Effectiveness of Gilenya and Tecfidera Compared in Real-World Study in Italy

Effectiveness of Gilenya and Tecfidera Compared in Real-World Study in Italy

Gilenya (fingolimod) and Tecfidera (dimethyl fumarate) are equally effective as first-line treatments in people with relapsing-remitting multiple sclerosis (RRMS), but Gilenya may be of slightly more benefit to those who switch from a previous injectable therapy, according to a real-world study of patients in Italy.

The study, “Fingolimod vs. dimethyl fumarate in multiple sclerosis, A real-world propensity score-matched study,” was published in the journal Neurology.

Gilenya (marketed by Novartis) and Tecfidera (marketed by Biogen) are two disease-modifying therapies approved to treat RRMS.

Researchers retrospectively analyzed data from RRMS patients collected between 2011 and 2017 at seven MS outpatient clinics across central Italy.

In total, data from 275 patients treated with Gilenya and 275 patients treated with Tecfidera were analyzed.

Have you tried either of these drugs? share your experience with others in the MS Drugs forum!

Patients were divided into two groups: those who received Gilenya or Tecfidera as a first MS therapy (treatment-naive group; 170 patients), and those who switched to either Gilenya or Tecfidera after using self-injectable MS therapies (switchers group; 380 patients).

Researchers appraised treatment efficacy based primarily on indications of “no evidence of disease activity status 3,” or NEDA-3; this is a combined measure that takes into account evidence of relapses, disability worsening, and new lesions seen on imaging scans.

Results showed that, at a median follow-up of 18 months, the number of patients achieving NEDA-3 was statistically similar in both Gilenya and Tecfidera treated groups — 73% and 70%, respectively.

Subgroup analysis showed the two medications to be of comparable effectiveness in treatment-naive patients.

Among switchers, however, a higher number of patients in the Gilenya group achieved NEDA-3 status (72%) compared with the Tecfidera group (68%). The researchers hypothesized that the study’s short follow-up duration (18 months) may have influenced this outcome.

“FNG [Gilenya]-treated patients had a 43% increased likelihood of achieving NEDA-3 status in the short-term period. This result was driven more by the greater effectiveness of FNG on relapses and disability worsening than by the effect on MRI activity,” the researchers wrote.

Three percent of all patients being treated with Gilenya, and  6 percent of those taking Tecfidera dropped out of the study due to treatment-associated adverse events. Their data were not included in the study.

The team highlighted that the study has certain limitations imposed by the small number of patients and lack of randomization. Also, Gilenya was approved in 2011 in Europe, four years before Tecfidera (2015), resulting in patients being treated with each drug at a different time during the study period.

Nonetheless, the team concluded: “We found no significant difference between FNG [Gilenya] and DMF [Tecfidera] on NEDA-3 status, while subgroup analyses suggest the superiority of [Gilenya] over [Tecfidera] in patients switching from self-injectable drugs.”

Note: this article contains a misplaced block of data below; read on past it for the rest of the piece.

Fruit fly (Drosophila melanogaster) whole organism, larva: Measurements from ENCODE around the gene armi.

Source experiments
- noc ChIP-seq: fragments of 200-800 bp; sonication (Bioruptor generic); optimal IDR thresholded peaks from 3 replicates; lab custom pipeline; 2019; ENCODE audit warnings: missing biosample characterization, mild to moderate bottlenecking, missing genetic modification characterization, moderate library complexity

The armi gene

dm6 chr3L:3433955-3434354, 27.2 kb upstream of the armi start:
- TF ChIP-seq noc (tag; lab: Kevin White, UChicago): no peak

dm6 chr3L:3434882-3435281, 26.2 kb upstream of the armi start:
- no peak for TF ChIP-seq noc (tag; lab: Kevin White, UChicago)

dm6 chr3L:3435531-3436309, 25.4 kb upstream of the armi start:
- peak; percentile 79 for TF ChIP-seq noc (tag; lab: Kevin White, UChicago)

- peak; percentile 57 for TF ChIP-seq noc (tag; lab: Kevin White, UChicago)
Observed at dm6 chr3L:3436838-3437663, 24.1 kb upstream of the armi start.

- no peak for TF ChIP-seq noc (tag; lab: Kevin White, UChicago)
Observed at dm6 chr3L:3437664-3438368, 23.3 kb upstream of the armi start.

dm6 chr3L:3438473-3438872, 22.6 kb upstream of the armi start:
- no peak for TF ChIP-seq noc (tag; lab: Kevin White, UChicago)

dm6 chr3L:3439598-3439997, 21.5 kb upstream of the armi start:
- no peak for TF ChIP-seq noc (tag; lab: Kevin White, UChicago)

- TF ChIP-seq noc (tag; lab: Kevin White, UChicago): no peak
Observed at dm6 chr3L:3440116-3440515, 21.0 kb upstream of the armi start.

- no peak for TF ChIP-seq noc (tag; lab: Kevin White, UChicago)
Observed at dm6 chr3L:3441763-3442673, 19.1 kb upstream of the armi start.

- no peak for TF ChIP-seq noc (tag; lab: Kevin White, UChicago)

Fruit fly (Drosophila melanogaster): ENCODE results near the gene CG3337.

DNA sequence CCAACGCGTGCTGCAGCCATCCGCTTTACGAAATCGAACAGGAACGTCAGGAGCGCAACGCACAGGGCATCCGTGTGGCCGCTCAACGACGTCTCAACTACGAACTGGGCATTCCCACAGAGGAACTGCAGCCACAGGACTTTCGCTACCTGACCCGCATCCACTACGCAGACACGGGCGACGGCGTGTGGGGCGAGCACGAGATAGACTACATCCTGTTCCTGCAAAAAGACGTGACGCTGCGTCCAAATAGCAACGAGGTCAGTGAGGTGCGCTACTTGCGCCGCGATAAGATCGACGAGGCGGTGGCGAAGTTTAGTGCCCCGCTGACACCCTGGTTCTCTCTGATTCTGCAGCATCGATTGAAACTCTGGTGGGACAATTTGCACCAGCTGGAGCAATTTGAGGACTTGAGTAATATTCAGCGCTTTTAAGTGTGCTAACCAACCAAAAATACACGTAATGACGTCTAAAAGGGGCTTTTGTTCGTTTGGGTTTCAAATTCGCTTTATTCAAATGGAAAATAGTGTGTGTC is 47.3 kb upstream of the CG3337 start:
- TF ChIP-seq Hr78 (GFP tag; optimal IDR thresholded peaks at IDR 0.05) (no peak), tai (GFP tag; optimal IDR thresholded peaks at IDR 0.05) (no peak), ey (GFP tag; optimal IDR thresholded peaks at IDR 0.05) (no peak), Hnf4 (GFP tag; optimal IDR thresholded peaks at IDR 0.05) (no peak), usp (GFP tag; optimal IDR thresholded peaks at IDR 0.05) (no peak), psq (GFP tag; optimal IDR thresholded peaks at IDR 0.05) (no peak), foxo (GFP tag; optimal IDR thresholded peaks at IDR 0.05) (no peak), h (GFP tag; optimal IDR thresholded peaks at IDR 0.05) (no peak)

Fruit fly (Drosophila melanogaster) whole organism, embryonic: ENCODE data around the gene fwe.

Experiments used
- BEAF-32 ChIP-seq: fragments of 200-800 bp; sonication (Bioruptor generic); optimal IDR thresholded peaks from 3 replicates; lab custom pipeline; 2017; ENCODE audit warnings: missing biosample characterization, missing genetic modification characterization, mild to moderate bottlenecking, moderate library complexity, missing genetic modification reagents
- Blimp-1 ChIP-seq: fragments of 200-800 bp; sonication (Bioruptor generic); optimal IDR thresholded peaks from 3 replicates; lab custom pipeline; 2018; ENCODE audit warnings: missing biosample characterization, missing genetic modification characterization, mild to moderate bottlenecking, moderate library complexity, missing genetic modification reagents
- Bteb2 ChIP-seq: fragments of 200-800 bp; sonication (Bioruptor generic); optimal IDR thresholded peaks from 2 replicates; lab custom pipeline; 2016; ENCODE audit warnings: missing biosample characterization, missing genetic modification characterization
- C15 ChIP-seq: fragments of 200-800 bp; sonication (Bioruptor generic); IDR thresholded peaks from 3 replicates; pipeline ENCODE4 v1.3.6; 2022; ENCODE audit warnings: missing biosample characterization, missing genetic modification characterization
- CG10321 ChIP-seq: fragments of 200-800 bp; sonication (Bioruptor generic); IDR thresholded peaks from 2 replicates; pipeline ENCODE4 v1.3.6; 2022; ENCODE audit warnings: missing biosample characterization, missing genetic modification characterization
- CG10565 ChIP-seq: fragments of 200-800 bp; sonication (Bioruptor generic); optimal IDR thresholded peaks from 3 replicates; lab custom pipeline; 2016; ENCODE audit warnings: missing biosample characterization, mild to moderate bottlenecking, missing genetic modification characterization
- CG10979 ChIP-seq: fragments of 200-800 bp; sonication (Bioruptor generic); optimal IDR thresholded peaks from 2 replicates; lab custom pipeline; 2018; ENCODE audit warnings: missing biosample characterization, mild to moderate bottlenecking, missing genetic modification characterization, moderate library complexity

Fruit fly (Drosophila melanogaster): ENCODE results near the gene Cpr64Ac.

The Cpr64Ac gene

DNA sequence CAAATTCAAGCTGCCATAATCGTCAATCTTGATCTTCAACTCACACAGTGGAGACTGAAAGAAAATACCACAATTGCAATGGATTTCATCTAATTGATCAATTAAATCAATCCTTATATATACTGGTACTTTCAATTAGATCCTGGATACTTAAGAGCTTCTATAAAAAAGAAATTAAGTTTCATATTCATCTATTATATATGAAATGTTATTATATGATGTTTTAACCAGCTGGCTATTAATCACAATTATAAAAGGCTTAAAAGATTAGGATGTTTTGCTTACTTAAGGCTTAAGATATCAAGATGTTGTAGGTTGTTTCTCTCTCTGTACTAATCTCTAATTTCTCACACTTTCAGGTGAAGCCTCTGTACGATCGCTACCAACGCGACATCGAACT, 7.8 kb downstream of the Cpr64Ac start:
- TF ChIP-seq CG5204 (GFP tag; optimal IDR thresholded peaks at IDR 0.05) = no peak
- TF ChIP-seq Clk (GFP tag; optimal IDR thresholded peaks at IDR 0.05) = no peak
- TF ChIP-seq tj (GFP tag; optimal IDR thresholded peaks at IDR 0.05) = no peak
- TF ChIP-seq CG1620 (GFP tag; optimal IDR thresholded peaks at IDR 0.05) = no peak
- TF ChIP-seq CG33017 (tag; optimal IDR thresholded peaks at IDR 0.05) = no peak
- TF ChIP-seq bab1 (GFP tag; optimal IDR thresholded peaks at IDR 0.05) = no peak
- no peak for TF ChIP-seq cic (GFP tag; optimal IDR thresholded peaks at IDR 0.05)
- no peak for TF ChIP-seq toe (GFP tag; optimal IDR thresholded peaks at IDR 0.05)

While their work “should be considered only hypothesis generating,” the researchers added, “our findings may provide additional information to help neurologists in selecting the most appropriate treatment according to different stages of disease.”


  1. Heidi says:

    What about brain shrinkage? Which one is better for reducing that. I’d like to be on the drug that reduces brain atrophy rate by the greatest amount but studies don’t seem to assess that. Why not?

  2. Kim Camisa says:

    Possibly because “brain shrinkage,” is also a common finding in aging, and other chronic diseases, they did not use this as a dependent variable in the study. Not something that can be studied in other words. I was diagnosed in 2005, and have been on copaxone, avonex, and then back to copaxone. When Techfidera came on the market, my “new” neurologist decided I should try it as I had a relapse w/in last 24 mo. My relapses have become less debilitating, and no change at regular MRI intervals. I did, however develop a schwannoma, which, I suppose can be debated on whether it would “count,” as a relapse, or just a side effect of living with a neurologic disease that has other comorbid conditions with it. Yes, multiple types of brain tumors associated with the chronicity of this disease. Techfidera made a major difference for my relapse rate and my symptoms are much less with each “exacerbation,” not truly relapse-worthy by definition. The other injectable avonex, copaxone and the like had such severe side effects and were physically disfiguring as well I was eager to change. It worked for me, but the worst possible side effect would be PML and changing over from injectable to oral was really scarry as this was a possible risk factor at the time in 2012-13. Still, here, still alive, still working..

  3. Mark says:

    I used Gilenya for 2.5 years. I did not experience a relapse or new MRI activity in that time. However, my disability score increased significantly. I went from walking unassisted to using walking frame and wheelchair. I am now 7 months post round 1 of lemtrada. Disability continues to worsen, unfortunatley.

  4. Pieter Cronjé says:

    I was diagnosed in Nov2016 and has been on Rebif 44 ever since. i am up for an oral instead of an injectable but I have already had a minor relapse with my vision in March. I am concerned about the effectiveness of these two drugs. My company is looking at putting me on medical disability as I am finding it more and more difficult to walk due to vertigo.

Leave a Comment

Your email address will not be published. Required fields are marked *

Pin It on Pinterest

Share This